A difficulty in the interpretation of the reliability/stability of a lifetime diagnosis of mental disorders is the lack of a theoretical perspective. A model expressed in terms of the three unknowns-sensitivity, specificity and true base rate - is problematic due to the lack of a "gold standard", so that only two of these unknowns can be estimated. We extend this model to allow for clinical covariates that increase the likelihood that a positive case at Time 1 will be positive at Time 2. Under the assumption that all observed cases are true cases at the highest covariate values, we obtain a direct estimate of the sensitivity, so that all unknowns can be estimated. Moreover, we then calculate the likelihood that an observed case with given covariate levels is in fact a true case. The implications of diagnostic error for the fitting of genetic models are given. These methods are applied to stability data collected as part of the NIMH Psychobiology of Depression Program. A total of 1,629 relatives have been assessed with interviews separated by a 6-year interval. A logistic function was used to model the stability in relatives with an initial lifetime diagnosis of affective disorders. We discuss the use of these techniques in genetic models to increase information by defining an ordinal phenotype, use multiple assessments to minimize the impact of diagnostic error and increase the heritability, and utilize clinical covariates to model the certainty of diagnosis.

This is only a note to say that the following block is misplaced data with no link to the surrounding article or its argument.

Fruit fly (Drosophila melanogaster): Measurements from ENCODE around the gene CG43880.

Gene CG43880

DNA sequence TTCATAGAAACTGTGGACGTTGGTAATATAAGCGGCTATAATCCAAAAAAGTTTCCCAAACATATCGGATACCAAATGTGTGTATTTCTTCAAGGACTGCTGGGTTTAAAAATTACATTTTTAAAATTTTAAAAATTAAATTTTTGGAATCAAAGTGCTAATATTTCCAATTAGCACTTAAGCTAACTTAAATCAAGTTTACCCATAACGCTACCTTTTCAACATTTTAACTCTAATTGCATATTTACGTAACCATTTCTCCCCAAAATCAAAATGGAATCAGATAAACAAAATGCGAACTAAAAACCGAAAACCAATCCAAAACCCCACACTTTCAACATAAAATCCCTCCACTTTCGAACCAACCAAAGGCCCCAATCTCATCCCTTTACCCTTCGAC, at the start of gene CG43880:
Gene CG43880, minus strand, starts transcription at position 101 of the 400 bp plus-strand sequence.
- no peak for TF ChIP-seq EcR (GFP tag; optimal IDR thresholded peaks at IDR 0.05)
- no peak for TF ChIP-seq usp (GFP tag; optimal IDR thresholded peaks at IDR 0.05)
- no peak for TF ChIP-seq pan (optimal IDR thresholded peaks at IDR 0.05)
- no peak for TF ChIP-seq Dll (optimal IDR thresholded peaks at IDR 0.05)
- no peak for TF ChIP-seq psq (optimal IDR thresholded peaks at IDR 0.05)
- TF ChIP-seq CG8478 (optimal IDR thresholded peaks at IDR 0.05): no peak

|Number of pages||6|
|Journal||European Archives of Psychiatry and Clinical Neuroscience|
|State||Published - Nov 1993|
- Diagnostic stability
- Genetics of affective disorders
- Psychiatric genetics